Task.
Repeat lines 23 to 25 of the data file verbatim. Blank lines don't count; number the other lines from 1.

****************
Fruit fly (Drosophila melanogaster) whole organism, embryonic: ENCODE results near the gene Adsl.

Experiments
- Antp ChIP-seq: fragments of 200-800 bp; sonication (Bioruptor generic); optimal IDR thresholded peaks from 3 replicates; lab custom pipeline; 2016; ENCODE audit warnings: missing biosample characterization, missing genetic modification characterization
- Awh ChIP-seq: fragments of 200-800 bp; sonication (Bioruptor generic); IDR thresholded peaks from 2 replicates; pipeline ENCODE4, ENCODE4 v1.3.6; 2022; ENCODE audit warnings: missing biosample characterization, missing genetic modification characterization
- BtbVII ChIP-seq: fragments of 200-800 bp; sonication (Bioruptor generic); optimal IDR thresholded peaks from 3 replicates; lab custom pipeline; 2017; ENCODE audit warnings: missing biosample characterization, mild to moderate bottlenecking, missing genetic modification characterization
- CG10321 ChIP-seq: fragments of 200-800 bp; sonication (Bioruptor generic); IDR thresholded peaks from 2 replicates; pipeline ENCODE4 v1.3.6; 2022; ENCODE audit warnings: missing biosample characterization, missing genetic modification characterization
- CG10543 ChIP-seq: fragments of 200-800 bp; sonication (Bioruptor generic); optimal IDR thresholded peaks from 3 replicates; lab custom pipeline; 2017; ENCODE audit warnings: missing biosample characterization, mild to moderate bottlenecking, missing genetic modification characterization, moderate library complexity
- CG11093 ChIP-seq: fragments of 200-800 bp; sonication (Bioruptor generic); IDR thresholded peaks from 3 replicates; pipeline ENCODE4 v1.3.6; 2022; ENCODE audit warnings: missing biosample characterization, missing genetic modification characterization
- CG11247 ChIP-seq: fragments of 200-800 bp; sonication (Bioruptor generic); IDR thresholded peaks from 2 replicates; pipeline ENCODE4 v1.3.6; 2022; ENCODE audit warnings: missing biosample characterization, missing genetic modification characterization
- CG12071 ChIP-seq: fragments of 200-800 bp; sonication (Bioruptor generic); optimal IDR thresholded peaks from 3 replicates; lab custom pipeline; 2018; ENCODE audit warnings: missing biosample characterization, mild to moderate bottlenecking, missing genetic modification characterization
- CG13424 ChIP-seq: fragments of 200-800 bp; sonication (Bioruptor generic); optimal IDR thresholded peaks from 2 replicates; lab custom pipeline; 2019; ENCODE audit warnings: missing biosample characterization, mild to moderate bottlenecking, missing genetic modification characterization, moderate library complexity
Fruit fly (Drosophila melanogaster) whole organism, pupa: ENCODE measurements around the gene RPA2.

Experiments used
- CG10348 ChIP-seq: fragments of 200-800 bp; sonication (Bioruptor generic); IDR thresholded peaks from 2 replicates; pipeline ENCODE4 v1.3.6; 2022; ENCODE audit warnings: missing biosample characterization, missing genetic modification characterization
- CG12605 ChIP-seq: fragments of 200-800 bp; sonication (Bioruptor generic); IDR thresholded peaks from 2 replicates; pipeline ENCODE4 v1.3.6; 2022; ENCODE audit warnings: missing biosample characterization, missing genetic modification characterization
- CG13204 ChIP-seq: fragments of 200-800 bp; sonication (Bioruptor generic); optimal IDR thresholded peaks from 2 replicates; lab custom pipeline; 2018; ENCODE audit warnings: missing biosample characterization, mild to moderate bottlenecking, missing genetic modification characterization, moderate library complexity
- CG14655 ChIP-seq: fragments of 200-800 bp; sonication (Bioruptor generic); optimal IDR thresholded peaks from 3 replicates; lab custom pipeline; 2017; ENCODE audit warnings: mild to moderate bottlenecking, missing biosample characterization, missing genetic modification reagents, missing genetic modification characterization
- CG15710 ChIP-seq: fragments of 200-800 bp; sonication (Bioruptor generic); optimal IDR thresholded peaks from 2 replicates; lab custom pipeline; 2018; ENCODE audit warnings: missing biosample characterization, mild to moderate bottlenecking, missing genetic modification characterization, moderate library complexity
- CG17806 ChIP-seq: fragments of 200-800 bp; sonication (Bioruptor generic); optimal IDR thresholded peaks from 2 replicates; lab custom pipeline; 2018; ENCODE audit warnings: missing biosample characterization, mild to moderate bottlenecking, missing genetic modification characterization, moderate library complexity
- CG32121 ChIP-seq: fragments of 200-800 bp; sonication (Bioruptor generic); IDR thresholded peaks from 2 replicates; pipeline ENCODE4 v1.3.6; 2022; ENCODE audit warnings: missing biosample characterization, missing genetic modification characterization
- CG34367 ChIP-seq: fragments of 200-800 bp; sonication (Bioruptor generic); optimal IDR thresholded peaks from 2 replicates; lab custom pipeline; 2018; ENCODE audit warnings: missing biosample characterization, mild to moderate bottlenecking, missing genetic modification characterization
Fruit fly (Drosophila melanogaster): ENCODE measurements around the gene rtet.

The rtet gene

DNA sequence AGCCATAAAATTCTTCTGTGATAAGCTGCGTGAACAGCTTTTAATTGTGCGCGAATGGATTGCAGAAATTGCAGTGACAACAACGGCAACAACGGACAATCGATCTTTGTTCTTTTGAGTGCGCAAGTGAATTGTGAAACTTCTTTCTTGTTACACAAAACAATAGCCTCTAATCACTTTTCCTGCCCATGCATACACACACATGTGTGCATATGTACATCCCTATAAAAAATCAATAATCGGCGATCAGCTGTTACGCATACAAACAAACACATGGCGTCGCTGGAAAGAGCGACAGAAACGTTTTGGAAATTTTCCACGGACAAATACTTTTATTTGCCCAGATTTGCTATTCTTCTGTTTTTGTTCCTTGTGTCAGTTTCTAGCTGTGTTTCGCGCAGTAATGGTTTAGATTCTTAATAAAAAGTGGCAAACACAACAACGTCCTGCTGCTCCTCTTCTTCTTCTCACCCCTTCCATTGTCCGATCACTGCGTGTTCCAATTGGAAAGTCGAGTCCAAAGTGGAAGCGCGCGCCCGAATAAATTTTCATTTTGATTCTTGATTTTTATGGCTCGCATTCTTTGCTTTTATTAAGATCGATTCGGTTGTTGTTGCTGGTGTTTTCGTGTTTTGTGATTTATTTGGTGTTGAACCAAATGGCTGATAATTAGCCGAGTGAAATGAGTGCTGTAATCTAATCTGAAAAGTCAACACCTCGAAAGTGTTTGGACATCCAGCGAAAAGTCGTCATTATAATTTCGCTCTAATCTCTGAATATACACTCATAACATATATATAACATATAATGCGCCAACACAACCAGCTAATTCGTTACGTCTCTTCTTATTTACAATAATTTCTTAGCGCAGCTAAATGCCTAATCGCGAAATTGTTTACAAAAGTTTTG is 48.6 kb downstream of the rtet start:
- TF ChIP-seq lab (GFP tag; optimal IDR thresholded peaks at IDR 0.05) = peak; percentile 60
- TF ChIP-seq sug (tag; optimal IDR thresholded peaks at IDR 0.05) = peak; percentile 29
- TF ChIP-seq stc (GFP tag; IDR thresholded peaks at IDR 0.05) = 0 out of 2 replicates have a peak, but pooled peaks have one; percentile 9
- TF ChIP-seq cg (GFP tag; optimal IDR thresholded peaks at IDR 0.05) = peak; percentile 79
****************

The rtet gene

DNA sequence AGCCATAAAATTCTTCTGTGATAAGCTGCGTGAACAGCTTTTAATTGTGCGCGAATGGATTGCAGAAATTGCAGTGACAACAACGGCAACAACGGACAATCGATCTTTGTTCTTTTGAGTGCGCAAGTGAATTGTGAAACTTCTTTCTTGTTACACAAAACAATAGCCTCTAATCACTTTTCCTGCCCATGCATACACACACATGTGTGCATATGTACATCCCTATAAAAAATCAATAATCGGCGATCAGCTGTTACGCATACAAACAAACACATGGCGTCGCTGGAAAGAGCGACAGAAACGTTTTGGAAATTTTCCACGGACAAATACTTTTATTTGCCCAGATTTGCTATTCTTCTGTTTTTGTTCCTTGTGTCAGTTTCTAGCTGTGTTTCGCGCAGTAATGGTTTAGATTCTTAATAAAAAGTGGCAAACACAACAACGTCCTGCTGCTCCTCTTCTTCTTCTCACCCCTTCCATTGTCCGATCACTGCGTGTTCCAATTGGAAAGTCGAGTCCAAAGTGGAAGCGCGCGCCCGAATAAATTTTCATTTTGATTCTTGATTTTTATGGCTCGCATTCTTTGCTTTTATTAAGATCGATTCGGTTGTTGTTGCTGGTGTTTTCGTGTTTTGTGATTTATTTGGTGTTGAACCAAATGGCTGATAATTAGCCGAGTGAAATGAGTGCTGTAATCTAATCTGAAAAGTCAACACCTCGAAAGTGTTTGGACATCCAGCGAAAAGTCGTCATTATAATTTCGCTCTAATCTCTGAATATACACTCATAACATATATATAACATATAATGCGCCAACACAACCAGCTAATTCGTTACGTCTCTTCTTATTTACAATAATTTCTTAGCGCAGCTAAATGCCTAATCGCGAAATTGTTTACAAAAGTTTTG is 48.6 kb downstream of the rtet start:
- TF ChIP-seq lab (GFP tag; optimal IDR thresholded peaks at IDR 0.05) = peak; percentile 60